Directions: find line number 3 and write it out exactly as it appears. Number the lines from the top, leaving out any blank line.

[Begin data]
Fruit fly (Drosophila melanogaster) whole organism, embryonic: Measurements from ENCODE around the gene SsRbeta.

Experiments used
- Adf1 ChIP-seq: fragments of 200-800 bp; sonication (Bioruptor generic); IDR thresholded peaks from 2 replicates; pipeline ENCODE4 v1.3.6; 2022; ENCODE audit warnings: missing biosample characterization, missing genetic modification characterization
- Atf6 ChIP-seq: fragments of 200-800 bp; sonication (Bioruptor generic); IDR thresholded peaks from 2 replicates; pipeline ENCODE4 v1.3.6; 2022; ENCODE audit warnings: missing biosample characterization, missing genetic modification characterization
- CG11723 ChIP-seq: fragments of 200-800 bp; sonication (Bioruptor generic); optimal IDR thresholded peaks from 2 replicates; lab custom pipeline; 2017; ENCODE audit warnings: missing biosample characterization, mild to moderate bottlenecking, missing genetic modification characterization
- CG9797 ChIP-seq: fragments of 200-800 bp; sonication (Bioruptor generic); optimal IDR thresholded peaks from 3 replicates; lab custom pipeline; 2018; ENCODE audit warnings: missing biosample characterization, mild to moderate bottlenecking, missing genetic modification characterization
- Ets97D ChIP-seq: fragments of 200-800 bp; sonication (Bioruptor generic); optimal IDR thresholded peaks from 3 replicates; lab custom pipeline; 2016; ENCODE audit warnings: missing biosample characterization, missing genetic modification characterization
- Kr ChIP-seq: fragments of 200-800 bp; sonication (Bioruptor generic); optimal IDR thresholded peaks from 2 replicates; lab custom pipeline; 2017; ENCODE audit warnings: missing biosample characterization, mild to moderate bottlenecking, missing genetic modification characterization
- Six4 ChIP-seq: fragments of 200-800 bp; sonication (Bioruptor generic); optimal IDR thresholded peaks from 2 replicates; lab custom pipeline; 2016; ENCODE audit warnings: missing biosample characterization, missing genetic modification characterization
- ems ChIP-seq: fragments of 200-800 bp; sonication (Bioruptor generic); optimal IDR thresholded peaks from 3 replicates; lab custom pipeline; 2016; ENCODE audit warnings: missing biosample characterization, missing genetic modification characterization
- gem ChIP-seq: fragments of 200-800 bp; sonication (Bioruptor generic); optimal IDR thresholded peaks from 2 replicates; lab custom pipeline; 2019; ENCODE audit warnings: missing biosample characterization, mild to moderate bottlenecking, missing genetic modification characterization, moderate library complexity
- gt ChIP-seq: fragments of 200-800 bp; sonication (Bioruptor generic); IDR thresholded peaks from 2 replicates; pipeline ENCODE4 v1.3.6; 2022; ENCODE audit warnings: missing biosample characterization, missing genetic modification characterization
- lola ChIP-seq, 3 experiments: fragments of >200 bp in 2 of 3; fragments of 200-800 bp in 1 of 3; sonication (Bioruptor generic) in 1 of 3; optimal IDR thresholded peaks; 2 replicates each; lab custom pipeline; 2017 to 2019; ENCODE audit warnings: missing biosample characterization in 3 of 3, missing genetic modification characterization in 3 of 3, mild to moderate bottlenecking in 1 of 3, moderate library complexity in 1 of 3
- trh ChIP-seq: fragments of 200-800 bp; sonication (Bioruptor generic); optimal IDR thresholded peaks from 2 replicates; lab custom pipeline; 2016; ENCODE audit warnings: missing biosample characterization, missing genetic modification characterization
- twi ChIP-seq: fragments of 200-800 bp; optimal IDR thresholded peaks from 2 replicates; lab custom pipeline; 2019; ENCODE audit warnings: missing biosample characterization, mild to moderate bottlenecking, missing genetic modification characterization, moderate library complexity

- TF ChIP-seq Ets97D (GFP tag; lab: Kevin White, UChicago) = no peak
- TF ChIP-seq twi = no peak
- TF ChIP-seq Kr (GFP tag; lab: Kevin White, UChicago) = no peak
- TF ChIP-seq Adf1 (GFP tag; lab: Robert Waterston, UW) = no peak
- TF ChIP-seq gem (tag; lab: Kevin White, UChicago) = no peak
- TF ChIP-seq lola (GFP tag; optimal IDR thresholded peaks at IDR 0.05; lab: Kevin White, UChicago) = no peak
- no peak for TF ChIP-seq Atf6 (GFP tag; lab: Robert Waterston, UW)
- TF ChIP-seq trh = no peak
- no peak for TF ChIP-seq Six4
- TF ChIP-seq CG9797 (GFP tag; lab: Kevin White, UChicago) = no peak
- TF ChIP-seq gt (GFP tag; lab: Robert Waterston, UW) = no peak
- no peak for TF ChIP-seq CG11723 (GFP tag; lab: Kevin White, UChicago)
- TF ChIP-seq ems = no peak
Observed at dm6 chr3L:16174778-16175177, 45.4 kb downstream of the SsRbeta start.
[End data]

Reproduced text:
- Adf1 ChIP-seq: fragments of 200-800 bp; sonication (Bioruptor generic); IDR thresholded peaks from 2 replicates; pipeline ENCODE4 v1.3.6; 2022; ENCODE audit warnings: missing biosample characterization, missing genetic modification characterization